To be fair the latter only really becomes an issue if the two former design concepts render themselves impervious to change, immoveable in their conceptual (and physical) position due either to some crushing fashion mantra insisting on the pocket’s placement being ‘just so’ or our digital compulsive-obsessive need to view ever increasing amounts of content of ever decreasing quality and charm on increasingly bigger screens continues unabated.

Yes, for the observant out there, the science of ergonomics does collide with that of human behaviour at this juncture. The behavioural scientists would point to the fact that, if we keep putting our phone in ‘that front pocket’; if we continue to simultaneously squat and bend forwards to try to pick up the pair of discarded whatevers off the floor, said smart phone will continue to jag into our hip, continue to hurt and irritate and frustrate us; the chances are we will eventually stop doing it.

Current subjective research group of one (me) and some close friends seems to point to the opposite of the evolving learned behaviours law occurring though.

So, this all brings us nicely to the third aspect of discussion: Evolution.

The question in this pocket-meets-mobile-meets-human triangulation is not so much how it will evolve but rather which pillar of it will evolve.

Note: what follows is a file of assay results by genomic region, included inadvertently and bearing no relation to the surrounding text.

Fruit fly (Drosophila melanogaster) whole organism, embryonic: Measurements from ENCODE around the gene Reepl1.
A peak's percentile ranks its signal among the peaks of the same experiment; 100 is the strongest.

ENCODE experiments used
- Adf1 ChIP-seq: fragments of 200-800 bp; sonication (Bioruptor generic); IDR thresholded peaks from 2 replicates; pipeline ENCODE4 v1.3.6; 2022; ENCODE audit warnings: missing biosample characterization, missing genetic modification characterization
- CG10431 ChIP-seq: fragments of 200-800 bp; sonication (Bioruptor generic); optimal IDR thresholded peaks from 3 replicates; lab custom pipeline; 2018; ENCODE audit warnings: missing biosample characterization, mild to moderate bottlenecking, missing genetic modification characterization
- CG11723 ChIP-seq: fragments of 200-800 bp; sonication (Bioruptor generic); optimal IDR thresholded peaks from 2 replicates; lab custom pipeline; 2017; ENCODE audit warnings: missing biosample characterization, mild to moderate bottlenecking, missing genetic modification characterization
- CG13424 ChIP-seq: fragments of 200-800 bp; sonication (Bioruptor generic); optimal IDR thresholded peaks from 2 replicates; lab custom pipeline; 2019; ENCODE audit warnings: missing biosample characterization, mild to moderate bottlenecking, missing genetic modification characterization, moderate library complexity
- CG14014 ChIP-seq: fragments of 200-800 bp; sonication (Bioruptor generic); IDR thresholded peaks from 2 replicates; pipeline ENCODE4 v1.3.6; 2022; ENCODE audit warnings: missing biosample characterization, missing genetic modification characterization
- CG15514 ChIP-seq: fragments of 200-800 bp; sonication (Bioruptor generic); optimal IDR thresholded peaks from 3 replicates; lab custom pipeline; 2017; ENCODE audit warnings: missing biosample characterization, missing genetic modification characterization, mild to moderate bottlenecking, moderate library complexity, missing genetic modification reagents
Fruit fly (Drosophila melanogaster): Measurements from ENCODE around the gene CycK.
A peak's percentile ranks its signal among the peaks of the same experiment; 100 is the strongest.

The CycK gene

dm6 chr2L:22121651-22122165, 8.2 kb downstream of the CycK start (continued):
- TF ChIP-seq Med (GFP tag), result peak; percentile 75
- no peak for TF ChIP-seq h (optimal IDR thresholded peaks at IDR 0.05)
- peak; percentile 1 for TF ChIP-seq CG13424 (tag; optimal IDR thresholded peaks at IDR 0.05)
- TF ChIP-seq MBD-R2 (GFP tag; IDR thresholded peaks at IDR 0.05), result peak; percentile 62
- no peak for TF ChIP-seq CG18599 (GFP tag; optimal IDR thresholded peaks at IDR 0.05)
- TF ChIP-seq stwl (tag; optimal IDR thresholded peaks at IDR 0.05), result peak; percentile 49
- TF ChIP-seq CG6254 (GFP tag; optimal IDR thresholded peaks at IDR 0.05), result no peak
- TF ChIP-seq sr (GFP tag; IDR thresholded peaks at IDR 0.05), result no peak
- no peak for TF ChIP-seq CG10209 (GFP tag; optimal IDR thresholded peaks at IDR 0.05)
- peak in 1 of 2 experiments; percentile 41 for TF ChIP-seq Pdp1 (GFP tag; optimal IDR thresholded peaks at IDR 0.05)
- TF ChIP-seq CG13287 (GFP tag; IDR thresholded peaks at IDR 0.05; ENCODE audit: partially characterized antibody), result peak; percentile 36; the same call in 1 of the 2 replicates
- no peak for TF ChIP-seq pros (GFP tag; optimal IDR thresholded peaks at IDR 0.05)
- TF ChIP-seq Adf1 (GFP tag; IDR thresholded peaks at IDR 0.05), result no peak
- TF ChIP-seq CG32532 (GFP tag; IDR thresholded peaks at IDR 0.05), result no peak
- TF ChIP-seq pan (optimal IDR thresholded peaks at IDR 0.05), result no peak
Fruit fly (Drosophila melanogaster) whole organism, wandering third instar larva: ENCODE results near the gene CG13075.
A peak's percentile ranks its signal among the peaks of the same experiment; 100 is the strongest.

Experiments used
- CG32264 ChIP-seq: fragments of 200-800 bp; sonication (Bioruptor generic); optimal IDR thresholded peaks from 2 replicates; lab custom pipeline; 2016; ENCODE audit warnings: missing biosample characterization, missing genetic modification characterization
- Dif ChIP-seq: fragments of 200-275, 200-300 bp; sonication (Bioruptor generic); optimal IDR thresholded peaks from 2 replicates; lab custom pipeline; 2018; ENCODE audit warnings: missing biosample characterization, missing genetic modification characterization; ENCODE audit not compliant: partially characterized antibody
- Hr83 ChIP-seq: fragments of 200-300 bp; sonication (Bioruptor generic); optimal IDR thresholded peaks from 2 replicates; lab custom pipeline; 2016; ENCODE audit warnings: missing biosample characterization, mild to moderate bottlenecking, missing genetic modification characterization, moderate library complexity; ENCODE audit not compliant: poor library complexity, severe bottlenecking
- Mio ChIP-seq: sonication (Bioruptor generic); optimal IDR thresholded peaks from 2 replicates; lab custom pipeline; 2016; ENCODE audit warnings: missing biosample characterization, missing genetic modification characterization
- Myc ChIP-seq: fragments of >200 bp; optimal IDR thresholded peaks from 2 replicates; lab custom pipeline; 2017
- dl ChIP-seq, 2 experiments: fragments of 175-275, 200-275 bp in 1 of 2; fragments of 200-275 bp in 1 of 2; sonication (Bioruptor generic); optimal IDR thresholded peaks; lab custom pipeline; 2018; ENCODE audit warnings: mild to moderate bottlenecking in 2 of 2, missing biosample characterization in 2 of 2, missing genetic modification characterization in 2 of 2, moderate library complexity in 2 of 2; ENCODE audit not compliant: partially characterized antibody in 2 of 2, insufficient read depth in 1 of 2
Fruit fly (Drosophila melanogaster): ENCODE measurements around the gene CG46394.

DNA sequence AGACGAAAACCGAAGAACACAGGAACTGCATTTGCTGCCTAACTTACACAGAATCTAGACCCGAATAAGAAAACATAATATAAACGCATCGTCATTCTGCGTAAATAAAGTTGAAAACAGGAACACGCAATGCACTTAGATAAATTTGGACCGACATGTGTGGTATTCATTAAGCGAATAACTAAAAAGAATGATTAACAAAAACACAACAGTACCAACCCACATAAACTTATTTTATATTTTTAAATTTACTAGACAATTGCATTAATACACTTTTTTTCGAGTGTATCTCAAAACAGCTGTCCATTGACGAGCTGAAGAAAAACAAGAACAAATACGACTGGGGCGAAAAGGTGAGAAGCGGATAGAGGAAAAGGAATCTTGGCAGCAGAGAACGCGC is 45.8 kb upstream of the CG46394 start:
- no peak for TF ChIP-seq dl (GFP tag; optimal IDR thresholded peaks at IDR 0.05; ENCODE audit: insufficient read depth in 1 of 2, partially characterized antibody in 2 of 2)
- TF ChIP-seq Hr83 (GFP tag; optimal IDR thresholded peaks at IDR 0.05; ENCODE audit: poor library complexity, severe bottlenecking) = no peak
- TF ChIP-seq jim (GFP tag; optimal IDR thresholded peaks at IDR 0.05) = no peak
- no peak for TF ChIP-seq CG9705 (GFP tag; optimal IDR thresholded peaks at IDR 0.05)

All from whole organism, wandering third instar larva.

So, one might suggest that the phone tech companies should be the ones to evolve (given that they spuriously upgrade stuff once a week roughly as it is so why not). Perhaps they could look to ‘soften’ the line of the phone, round the shape out, or perhaps even go the extra mile and create some breakthrough flexible tech – a mobile with a flexing hi res super screen set in a pliant, rubberised polymer with built in ‘give’: but I doubt it.

So what about the apparel companies? What about the fashion brands? American Eagle developing mobile friendly slung-front pockets jeans? Patched pockets constructed specifically to off set the jagging mobile mauling? Only if you could convince the mass wearer that they were still going to look as hot as a Hawaiian chilli and be able to sashay along life’s catwalk with no loss of WOW.  Otherwise, open stitched slung pockets might get a little niche action from the software programmer in Shoreditch but otherwise Uh! Uh! I don’t think so.